While D’Souza quotes liberally from Obama’s memoir, Dreams from my Father, to sell Barack Obama Sr.’s significance in shaping the president’s worldview, he pulls a motive out of thin air to explain why Obama’s mother, Stanley Ann Dunham, sent her son back to Hawaii from Indonesia to live with her parents. In D’Souza’s account, she wanted to “separate” him from his step-father’s “pro-Western influence.” But President Obama said in his memoir, which I read, that his mother sent him back to the U.S. for a better education than he could get in Indonesia. Even this is no good. The Hawaiian private school education was rich in “oppression studies” in the 1970s, D’Souza asserts without evidence.
Perhaps the most compelling and honest moment in the film is when D’Souza interviews the president’s half-brother George Obama in Kenya. He asks George if the president of the United States has been his “keeper,” implying that Barack Jr. is a hypocrite when it comes to caring for his own impoverished family members. George answers that the president has his own family to take care of and says he is a beneficiary of the president’s foreign policy. But then he says Kenyans were better off under colonialism and South Africans prospered because of Apartheid. This, D’Souza asserts in an August 16 column at Fox News, is why the president doesn’t intervene in his allegedly alcoholic half-brother’s life.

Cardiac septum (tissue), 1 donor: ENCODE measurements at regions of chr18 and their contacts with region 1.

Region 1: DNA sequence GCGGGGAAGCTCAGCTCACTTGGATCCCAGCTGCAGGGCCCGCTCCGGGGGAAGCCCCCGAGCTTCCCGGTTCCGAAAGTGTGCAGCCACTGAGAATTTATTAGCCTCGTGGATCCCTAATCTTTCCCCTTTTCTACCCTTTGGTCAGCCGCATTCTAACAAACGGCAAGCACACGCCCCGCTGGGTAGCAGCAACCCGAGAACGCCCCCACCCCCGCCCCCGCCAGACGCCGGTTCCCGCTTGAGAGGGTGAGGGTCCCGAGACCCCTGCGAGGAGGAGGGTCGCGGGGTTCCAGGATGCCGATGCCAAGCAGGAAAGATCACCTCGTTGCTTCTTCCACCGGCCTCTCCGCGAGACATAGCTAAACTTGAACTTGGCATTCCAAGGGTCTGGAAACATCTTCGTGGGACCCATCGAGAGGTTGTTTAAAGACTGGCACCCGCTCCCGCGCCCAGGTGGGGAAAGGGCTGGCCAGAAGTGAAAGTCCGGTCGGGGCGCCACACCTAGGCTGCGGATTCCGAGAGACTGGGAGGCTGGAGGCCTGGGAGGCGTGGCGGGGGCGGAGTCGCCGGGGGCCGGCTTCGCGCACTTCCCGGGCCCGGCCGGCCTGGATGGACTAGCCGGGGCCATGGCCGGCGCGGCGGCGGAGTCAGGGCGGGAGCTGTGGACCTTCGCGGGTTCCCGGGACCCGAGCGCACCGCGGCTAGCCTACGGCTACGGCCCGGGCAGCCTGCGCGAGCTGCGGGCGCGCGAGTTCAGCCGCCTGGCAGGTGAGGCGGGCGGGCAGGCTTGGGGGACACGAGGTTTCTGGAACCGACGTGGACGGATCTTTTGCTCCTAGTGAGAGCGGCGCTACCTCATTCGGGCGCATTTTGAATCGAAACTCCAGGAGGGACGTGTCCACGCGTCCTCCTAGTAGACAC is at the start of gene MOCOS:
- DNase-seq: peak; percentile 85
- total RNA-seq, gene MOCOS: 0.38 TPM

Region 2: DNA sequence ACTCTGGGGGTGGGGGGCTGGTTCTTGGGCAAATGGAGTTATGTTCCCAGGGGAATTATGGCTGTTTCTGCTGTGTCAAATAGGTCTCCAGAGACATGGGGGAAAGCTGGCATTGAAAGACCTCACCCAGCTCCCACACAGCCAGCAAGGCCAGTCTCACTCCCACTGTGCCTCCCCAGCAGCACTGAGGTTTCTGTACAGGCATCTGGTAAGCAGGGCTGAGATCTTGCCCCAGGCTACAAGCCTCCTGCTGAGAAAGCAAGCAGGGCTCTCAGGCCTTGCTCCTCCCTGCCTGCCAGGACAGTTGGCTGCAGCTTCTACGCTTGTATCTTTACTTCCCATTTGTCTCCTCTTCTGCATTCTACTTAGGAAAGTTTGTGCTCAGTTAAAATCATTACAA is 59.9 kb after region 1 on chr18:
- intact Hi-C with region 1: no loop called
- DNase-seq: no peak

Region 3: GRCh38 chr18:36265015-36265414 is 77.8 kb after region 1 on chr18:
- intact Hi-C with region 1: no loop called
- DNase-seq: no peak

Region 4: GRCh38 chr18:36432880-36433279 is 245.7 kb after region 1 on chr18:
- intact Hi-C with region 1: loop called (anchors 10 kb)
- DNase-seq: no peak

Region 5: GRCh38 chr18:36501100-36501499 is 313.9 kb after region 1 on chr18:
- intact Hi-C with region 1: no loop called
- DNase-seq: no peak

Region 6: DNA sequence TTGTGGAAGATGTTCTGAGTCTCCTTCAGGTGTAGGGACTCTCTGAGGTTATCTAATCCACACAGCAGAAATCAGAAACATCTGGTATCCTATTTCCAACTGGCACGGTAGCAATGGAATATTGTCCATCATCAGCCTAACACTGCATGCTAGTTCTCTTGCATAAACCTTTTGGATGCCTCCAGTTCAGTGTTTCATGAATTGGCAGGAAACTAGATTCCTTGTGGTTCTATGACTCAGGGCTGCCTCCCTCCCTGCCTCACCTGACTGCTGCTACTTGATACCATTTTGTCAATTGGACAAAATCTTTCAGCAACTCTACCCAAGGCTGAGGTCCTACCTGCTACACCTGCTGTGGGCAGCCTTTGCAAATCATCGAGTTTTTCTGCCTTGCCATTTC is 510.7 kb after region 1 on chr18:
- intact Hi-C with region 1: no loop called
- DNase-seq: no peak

George apparently asked D’Souza to send him $1000 to pay for his sick child’s medical bills. The New York Times best-selling author obliged and then wrote the following: “George’s brother is a multimillionaire and the most powerful man in the world. Moreover, George’s brother has framed his re-election campaign around the ‘fair share’ theme that we owe obligations to those who are less fortunate. One of Obama’s favorite phrases comes right out of the Bible: ‘We are our brother’s keeper.’ Yet he has not contributed a penny to help his own brother. And evidently George does not believe, even in times of emergency, that he can turn to his brother in the White House for help. So much for spreading the wealth around.” I wondered as I watched the film and read this column if D’Souza was equally concerned when President Clinton’s half-brother Roger was getting himself into trouble? I found no evidence that he was.